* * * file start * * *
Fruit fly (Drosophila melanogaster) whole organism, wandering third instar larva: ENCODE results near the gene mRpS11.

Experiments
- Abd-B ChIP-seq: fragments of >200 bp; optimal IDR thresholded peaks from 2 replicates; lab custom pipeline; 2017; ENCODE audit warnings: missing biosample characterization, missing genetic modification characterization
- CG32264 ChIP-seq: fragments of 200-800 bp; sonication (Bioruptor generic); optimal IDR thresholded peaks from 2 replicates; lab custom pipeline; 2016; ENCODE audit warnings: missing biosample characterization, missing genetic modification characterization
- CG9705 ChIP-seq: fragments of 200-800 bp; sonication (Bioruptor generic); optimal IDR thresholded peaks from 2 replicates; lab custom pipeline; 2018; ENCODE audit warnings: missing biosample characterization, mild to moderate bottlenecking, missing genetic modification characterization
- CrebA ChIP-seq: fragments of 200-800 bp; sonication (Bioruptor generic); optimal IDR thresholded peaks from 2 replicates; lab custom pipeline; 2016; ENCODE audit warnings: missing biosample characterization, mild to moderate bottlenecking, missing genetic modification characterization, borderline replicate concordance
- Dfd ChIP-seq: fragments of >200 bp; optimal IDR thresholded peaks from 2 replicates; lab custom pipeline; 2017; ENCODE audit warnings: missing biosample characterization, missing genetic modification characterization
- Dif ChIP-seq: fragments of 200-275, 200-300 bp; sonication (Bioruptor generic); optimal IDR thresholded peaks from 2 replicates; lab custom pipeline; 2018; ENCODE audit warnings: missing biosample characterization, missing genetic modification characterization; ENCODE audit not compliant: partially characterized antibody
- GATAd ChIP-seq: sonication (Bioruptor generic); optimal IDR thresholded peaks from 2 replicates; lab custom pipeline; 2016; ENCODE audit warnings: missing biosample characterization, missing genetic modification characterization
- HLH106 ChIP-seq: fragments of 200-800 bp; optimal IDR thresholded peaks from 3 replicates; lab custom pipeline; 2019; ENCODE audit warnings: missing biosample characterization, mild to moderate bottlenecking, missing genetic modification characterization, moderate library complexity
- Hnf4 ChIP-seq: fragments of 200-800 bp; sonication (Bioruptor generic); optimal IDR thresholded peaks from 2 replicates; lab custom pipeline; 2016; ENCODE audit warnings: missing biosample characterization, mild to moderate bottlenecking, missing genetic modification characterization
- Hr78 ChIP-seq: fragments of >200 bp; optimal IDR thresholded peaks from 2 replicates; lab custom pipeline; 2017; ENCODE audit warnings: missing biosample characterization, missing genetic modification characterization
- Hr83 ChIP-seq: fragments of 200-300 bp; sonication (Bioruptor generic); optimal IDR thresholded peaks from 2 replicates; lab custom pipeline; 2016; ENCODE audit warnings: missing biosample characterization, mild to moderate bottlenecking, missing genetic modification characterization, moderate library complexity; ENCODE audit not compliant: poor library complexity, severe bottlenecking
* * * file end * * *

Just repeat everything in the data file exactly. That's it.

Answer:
Fruit fly (Drosophila melanogaster) whole organism, wandering third instar larva: ENCODE results near the gene mRpS11.

Experiments
- Abd-B ChIP-seq: fragments of >200 bp; optimal IDR thresholded peaks from 2 replicates; lab custom pipeline; 2017; ENCODE audit warnings: missing biosample characterization, missing genetic modification characterization
- CG32264 ChIP-seq: fragments of 200-800 bp; sonication (Bioruptor generic); optimal IDR thresholded peaks from 2 replicates; lab custom pipeline; 2016; ENCODE audit warnings: missing biosample characterization, missing genetic modification characterization
- CG9705 ChIP-seq: fragments of 200-800 bp; sonication (Bioruptor generic); optimal IDR thresholded peaks from 2 replicates; lab custom pipeline; 2018; ENCODE audit warnings: missing biosample characterization, mild to moderate bottlenecking, missing genetic modification characterization
- CrebA ChIP-seq: fragments of 200-800 bp; sonication (Bioruptor generic); optimal IDR thresholded peaks from 2 replicates; lab custom pipeline; 2016; ENCODE audit warnings: missing biosample characterization, mild to moderate bottlenecking, missing genetic modification characterization, borderline replicate concordance
- Dfd ChIP-seq: fragments of >200 bp; optimal IDR thresholded peaks from 2 replicates; lab custom pipeline; 2017; ENCODE audit warnings: missing biosample characterization, missing genetic modification characterization
- Dif ChIP-seq: fragments of 200-275, 200-300 bp; sonication (Bioruptor generic); optimal IDR thresholded peaks from 2 replicates; lab custom pipeline; 2018; ENCODE audit warnings: missing biosample characterization, missing genetic modification characterization; ENCODE audit not compliant: partially characterized antibody
- GATAd ChIP-seq: sonication (Bioruptor generic); optimal IDR thresholded peaks from 2 replicates; lab custom pipeline; 2016; ENCODE audit warnings: missing biosample characterization, missing genetic modification characterization
- HLH106 ChIP-seq: fragments of 200-800 bp; optimal IDR thresholded peaks from 3 replicates; lab custom pipeline; 2019; ENCODE audit warnings: missing biosample characterization, mild to moderate bottlenecking, missing genetic modification characterization, moderate library complexity
- Hnf4 ChIP-seq: fragments of 200-800 bp; sonication (Bioruptor generic); optimal IDR thresholded peaks from 2 replicates; lab custom pipeline; 2016; ENCODE audit warnings: missing biosample characterization, mild to moderate bottlenecking, missing genetic modification characterization
- Hr78 ChIP-seq: fragments of >200 bp; optimal IDR thresholded peaks from 2 replicates; lab custom pipeline; 2017; ENCODE audit warnings: missing biosample characterization, missing genetic modification characterization
- Hr83 ChIP-seq: fragments of 200-300 bp; sonication (Bioruptor generic); optimal IDR thresholded peaks from 2 replicates; lab custom pipeline; 2016; ENCODE audit warnings: missing biosample characterization, mild to moderate bottlenecking, missing genetic modification characterization, moderate library complexity; ENCODE audit not compliant: poor library complexity, severe bottlenecking